Playing piano in a dive in Washington, D.C., the first composer of jazz -- the New Orleans genius who was writing hits when Louis Armstrong still was learning how to talk -- considered it a great night when he pulled down $10.
All the while, a pair of crude, battery-operated disc-recording machines captured his precious reminiscences on several dozen acetate plates, his gravelly voice singing tunes that the rest of the world had long since forgotten, his still-dexterous fingers re-creating the piano styles of earlier New Orleans pianists who had faded into oblivion.
In unsparing detail, he recounted the way the music unfolded in brothels and on street corners in Storyville, New Orleans' fabled vice district, the way it erupted in rambunctious parades that often turned into bloodbaths.
As Morton sang and talked and laughed and lamented, he not only mapped out precisely how and why a new American art form had appeared in the city of his birth, he also demonstrated his role as one of its two principal architects (the other being Armstrong). For if Armstrong, who was about 15 years younger, was the first great solo improviser in jazz, Morton was its groundbreaking composer, the first man to publish a jazz tune ("Jelly Roll Blues" in 1915), the first artist who cracked the code of putting to paper this seemingly unruly music.
Until now, the only way to hear those recordings in full was to travel to the Library of Congress in Washington, don a set of headphones and listen to nine hours of Morton's half-sung, half-spoken soliloquies. Though some of this material had been produced as a series of LPs in the late 1940s and again in the '50s, it was severely edited, omitting the often racy song lyrics that Morton recalled from his early days in New Orleans.
On Tuesday, when Rounder Records releases "Jelly Roll Morton: The Complete Library of Congress Recordings by Alan Lomax" (an eight-CD boxed set that lists for $127.98), an international public will begin to discover what some experts have known for years: That the composer-pianist not only penned such jazz masterpieces as "King Porter Stomp" and "Jungle Blues" but, equally important, that he built the intellectual framework for understanding jazz through his Library of Congress recordings.
Specifically, by explaining how the music emerged and detailing its central techniques and practices, Morton in these sessions effectively shaped the way listeners thereafter have perceived the art form.
The very notion, in fact, that jazz -- a music that dared to draw inspiration from both the church and the whorehouse -- could be considered an art form owed a great deal to Morton's breakthroughs as composer in the early part of the 20th Century and his explication of them several decades later, on these recordings.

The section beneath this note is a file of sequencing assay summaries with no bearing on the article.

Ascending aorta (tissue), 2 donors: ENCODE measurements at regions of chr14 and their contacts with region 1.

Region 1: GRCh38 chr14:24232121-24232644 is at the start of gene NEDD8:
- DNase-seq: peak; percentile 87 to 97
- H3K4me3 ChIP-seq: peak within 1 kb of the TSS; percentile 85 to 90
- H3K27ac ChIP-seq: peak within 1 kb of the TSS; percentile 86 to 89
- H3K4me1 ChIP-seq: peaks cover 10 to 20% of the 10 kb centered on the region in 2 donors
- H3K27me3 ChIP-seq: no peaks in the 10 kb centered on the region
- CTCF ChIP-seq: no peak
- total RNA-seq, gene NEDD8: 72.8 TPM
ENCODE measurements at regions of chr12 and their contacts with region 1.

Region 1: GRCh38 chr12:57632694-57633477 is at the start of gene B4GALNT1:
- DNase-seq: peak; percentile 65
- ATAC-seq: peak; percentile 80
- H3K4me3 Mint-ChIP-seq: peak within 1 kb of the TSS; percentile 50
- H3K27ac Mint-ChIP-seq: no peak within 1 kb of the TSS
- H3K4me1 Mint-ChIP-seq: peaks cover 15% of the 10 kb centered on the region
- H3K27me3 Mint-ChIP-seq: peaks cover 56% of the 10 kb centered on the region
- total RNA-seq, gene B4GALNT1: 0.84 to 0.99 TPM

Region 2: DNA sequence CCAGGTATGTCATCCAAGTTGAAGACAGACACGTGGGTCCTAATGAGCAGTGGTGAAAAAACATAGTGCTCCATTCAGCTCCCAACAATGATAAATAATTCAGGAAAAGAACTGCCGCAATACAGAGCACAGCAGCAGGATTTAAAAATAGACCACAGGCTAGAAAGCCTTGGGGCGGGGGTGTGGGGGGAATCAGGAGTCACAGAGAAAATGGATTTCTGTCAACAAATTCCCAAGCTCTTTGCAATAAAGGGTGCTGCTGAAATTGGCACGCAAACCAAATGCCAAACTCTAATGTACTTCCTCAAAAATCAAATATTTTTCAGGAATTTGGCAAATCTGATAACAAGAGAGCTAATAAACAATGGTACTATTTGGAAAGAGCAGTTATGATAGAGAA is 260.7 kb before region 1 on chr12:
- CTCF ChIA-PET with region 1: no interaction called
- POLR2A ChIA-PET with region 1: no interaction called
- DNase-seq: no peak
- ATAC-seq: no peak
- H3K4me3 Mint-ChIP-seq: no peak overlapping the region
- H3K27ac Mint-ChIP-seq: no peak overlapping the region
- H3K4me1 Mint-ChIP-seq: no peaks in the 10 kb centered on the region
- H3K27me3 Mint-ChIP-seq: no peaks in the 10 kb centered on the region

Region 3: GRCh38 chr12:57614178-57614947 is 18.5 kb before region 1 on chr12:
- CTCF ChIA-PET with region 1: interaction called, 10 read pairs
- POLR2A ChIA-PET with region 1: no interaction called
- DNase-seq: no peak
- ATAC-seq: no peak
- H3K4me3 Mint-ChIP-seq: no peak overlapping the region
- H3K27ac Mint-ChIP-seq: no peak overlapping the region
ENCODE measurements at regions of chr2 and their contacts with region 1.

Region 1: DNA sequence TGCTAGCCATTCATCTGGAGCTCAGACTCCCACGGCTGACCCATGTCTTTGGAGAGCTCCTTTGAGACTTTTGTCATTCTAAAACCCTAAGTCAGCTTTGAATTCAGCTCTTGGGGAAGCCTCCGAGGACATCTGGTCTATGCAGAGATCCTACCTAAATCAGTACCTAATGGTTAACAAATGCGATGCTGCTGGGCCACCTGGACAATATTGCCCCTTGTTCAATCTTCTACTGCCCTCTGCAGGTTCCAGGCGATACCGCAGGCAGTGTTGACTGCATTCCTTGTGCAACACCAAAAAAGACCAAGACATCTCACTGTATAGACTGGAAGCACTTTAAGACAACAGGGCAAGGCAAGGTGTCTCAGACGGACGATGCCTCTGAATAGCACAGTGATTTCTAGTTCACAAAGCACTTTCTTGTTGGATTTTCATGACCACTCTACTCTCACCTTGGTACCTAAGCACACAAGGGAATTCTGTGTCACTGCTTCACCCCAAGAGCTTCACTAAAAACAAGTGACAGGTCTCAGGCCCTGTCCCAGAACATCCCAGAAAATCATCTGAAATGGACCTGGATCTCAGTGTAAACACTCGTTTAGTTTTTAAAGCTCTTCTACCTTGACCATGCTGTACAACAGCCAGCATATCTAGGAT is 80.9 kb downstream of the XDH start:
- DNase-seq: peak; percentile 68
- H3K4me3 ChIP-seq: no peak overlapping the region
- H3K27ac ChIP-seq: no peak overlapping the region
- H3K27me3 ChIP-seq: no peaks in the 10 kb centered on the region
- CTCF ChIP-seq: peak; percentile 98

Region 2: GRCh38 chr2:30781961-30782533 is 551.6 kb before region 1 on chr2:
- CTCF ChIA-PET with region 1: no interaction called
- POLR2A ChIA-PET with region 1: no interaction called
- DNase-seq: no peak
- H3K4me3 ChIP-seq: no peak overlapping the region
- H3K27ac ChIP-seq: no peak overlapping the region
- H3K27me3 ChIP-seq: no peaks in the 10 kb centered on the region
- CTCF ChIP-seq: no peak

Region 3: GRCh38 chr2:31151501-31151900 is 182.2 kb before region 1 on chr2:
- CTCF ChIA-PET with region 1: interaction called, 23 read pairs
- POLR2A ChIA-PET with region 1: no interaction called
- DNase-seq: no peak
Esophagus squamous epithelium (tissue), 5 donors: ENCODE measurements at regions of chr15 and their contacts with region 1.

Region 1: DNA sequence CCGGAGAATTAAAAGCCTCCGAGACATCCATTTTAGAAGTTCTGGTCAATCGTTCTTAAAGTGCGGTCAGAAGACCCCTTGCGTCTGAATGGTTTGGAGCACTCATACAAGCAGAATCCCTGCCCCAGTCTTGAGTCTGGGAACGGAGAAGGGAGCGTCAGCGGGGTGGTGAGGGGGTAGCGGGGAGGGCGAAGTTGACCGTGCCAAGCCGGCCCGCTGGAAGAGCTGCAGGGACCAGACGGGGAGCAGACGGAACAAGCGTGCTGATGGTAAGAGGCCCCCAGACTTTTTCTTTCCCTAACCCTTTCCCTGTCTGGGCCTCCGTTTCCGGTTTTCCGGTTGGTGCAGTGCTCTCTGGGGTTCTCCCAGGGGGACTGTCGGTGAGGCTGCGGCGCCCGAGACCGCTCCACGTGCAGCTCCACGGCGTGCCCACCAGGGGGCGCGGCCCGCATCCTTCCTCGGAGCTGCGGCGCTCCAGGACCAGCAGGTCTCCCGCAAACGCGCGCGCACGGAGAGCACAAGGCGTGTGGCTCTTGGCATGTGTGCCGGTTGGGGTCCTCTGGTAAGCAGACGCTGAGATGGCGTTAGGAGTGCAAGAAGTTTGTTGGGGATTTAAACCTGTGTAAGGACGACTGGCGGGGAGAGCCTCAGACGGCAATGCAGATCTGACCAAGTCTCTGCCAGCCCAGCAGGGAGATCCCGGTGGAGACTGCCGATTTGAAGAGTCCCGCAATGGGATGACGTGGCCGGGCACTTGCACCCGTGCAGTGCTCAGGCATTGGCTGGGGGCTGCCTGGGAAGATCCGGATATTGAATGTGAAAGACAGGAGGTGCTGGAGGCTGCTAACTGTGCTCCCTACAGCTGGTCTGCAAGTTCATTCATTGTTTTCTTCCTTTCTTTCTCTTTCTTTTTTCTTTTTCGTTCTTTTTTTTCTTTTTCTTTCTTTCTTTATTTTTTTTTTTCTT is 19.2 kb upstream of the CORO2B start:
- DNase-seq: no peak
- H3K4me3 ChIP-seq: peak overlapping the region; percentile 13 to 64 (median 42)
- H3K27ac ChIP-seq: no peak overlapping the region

A phenomenal first
"What you have in the Library of Congress recordings is the first musician-intellect of jazz addressing himself to the music he knew and helped create," says Richard Wang, professor emeritus of music at the University of Illinois at Chicago and lecturer in jazz at the University of Chicago.
"This is the first great oral history of this music.
"From Jelly Roll, we get a sense of history and analysis that we don't get from Armstrong, because Armstrong didn't comment with such critical insight and evaluation on this music and the way it was shaped and formed.
"Jelly Roll did."
Indeed, as Morton spoke to Lomax -- a young folklorist whose questions revealed a lack of familiarity with the art form -- Morton illuminated the meaning of "riffs" and "breaks," the jazz rituals of the classic New Orleans funeral, the backdrop of French Opera and Spanish dances and carnal songs that formed the pre-history of jazz. With unmistakable authority and knowledge, he explained why certain tempos are used in particular song forms, how melodies are to be embellished in the course of an improvisation and other rudiments of making bona fide jazz.
Yet none of this material -- which in this remastered set sounds better than it ever has -- becomes pedantic or dull. On the contrary, Morton emerges as the quintessential New Orleans entertainer, punctuating even the most intricate musical discussion with vivid anecdotes, typically accompanying them with a gently rolling piano accompaniment, his foot tapping audibly all the while.
Even his speech sounds like song, his Louisiana cadences undiluted by his years in Chicago, when he recorded triumphantly in the mid-1920s, or his period of defeat in New York and Washington, throughout the 1930s.
"I don't intend to say anything unless it's real facts," Morton drawls to Lomax during the first session, on May 23, 1938, as a kind of preamble for the great discourse yet to come.